This is the fourth post in a series based on an article from Thom Rainer called, Five Obstacles Facing Small Groups.
The fourth small communities’ obstacle is a segmentation of the mission of God. The mission of small communities is not to teach the Bible only. Every expression of church owns all the mission of God. Your smaller community owns the mission of God. You have been called and empowered. The danger of segmentation is great. The smaller communities say that is not their role. Our purpose is to get through the study, they think. Instead, every small group could adopt a nation in the world or a people group. We are going to go. We are going to connect. We own the mission of God.
Here is what I like about this statement: It reminds us who the church is and what we are here for.
For instance, we believe that the church is people, not a place on a map or a set of activities on a calendar. Church is people. The temptation is for us to compartmentalize (or segment) church. We are tempted to think that Sunday School is a compartment of church. We are tempted to think that the worship service is a compartment of church, and the same with missions studies, and discipleship studies, and so on. The flaw in that thinking is that church is not a collection of programs. Church is a collection of people.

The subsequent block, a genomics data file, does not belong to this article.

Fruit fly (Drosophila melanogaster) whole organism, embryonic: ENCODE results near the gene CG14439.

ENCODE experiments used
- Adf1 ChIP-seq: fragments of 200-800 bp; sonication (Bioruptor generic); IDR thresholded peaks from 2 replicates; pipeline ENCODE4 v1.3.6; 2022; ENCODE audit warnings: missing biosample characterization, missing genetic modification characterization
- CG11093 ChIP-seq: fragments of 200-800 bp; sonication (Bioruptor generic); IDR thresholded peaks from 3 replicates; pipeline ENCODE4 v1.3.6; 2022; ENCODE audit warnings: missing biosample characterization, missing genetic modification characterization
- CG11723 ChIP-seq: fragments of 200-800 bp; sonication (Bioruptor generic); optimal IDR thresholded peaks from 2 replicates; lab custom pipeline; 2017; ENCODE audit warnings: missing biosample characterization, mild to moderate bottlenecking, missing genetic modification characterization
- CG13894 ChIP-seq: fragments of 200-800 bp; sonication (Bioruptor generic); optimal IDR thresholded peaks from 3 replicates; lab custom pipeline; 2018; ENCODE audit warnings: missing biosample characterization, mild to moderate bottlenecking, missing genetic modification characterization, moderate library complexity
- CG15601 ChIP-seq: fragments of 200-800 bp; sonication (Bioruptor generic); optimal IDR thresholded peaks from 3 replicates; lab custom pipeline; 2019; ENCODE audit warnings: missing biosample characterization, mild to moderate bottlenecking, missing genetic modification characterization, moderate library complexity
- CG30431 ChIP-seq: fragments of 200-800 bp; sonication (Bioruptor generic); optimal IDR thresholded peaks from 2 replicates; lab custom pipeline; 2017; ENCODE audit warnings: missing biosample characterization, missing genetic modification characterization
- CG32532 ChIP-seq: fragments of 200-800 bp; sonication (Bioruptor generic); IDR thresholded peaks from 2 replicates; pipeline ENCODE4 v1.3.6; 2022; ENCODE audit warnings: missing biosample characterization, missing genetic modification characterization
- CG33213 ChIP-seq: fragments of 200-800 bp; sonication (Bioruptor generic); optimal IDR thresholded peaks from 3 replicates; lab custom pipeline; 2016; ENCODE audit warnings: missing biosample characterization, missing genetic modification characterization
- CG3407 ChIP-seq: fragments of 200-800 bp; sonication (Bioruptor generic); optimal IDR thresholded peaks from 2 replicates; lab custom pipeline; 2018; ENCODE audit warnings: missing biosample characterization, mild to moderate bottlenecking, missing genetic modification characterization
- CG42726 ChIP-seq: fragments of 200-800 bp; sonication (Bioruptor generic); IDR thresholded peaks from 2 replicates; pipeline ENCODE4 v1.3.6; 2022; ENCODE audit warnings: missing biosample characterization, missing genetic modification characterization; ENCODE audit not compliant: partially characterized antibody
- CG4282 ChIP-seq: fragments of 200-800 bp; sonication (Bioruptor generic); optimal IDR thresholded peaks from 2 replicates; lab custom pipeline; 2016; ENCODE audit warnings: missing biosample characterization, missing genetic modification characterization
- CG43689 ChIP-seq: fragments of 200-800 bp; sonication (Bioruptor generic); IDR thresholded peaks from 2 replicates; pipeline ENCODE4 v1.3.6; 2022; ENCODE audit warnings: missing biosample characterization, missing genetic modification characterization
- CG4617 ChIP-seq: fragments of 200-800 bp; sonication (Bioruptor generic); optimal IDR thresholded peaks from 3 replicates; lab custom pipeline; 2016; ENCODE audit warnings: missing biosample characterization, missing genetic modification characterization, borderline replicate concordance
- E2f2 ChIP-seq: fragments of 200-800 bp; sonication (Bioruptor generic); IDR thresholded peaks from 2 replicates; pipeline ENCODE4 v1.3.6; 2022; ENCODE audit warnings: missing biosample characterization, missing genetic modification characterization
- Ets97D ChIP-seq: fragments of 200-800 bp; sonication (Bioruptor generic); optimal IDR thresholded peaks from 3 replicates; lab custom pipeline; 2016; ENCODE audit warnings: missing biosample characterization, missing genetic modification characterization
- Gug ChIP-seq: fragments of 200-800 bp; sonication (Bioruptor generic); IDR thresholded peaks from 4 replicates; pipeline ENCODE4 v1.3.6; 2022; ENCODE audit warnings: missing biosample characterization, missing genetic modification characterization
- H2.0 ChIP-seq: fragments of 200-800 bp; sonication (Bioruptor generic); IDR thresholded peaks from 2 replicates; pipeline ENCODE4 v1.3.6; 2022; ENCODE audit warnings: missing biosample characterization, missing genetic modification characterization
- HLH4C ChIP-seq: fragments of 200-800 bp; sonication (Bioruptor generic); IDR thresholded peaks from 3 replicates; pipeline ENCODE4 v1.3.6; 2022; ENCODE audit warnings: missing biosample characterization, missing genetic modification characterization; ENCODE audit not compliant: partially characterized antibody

In light of this truth, that church is a collection of people not a collection of programs, we understand that compartmentalizing church is impossible and unbiblical.
Jesus shared with us that our most important desires must be to love God with everything we’ve got, love our neighbor as our selves, and seek to change the world by making disciples through missions and ministry. We have expressed this great commandment and great commission in the following phrase: Worshiping God, Strengthening Families, Changing Lives.
We shouldn’t have stand alone programs that create worship experiences. We shouldn’t have stand alone programs that strengthen the family of God. We shouldn’t have stand alone programs that seek to change lives through missions and ministry.
We should have people (complete disciples) who are committed to worship, connected to the family of God in small groups, and engaged in missions and ministry that changes lives.
The difference is that between whole disciples who are engaged in the full work of God, and good church members who participate here and there in good programs.
To Rainer’s point: the goal of each of our small group Sunday School classes is to build whole disciples who are engaged in the full work of God, not just good church members who are regular Sunday School attenders.
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